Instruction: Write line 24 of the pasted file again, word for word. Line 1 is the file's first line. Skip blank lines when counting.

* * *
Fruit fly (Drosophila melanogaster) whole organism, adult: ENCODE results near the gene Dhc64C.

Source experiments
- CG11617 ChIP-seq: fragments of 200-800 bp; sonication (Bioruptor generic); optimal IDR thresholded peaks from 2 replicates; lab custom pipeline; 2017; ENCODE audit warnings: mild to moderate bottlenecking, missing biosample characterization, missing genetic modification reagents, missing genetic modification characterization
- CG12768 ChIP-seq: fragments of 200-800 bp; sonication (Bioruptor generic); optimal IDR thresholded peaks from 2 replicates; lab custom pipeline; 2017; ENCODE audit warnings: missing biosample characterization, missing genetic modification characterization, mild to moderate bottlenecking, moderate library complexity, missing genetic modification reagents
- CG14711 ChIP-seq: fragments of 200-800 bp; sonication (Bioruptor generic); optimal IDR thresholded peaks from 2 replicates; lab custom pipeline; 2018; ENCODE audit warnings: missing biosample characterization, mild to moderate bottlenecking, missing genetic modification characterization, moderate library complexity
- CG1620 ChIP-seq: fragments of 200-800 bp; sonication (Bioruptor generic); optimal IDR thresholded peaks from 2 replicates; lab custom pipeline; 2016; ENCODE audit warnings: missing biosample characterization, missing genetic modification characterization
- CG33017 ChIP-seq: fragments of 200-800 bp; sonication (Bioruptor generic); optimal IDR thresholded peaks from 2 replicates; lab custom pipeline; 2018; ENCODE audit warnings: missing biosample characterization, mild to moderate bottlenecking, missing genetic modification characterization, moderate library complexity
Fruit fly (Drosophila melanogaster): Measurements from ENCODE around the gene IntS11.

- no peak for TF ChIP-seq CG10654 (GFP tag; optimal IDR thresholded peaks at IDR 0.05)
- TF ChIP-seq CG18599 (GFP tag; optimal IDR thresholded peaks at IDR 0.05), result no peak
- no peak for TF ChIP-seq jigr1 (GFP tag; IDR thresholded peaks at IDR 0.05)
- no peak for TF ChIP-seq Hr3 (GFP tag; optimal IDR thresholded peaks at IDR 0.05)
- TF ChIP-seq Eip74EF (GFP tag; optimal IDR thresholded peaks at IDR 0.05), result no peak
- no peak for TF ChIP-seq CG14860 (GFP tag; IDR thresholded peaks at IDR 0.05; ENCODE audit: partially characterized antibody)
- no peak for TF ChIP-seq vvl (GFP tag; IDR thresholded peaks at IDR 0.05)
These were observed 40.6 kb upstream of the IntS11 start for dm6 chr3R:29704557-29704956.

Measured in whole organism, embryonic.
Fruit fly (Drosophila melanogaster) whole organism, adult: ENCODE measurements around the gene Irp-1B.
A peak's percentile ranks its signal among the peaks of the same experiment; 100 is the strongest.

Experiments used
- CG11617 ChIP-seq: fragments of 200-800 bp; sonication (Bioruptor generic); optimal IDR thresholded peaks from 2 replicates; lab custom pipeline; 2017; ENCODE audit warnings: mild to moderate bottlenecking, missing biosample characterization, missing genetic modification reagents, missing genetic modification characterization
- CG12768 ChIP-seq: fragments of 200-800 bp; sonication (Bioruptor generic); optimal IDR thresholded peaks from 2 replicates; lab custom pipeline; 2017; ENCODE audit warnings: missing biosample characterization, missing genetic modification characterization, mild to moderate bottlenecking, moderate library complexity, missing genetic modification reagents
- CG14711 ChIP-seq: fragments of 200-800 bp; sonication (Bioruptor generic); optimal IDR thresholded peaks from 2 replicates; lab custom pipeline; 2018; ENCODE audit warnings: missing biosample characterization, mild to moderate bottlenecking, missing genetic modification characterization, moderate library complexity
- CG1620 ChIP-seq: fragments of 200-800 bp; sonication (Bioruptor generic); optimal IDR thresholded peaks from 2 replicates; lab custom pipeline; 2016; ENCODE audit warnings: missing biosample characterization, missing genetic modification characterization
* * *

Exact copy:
- CG1620 ChIP-seq: fragments of 200-800 bp; sonication (Bioruptor generic); optimal IDR thresholded peaks from 2 replicates; lab custom pipeline; 2016; ENCODE audit warnings: missing biosample characterization, missing genetic modification characterization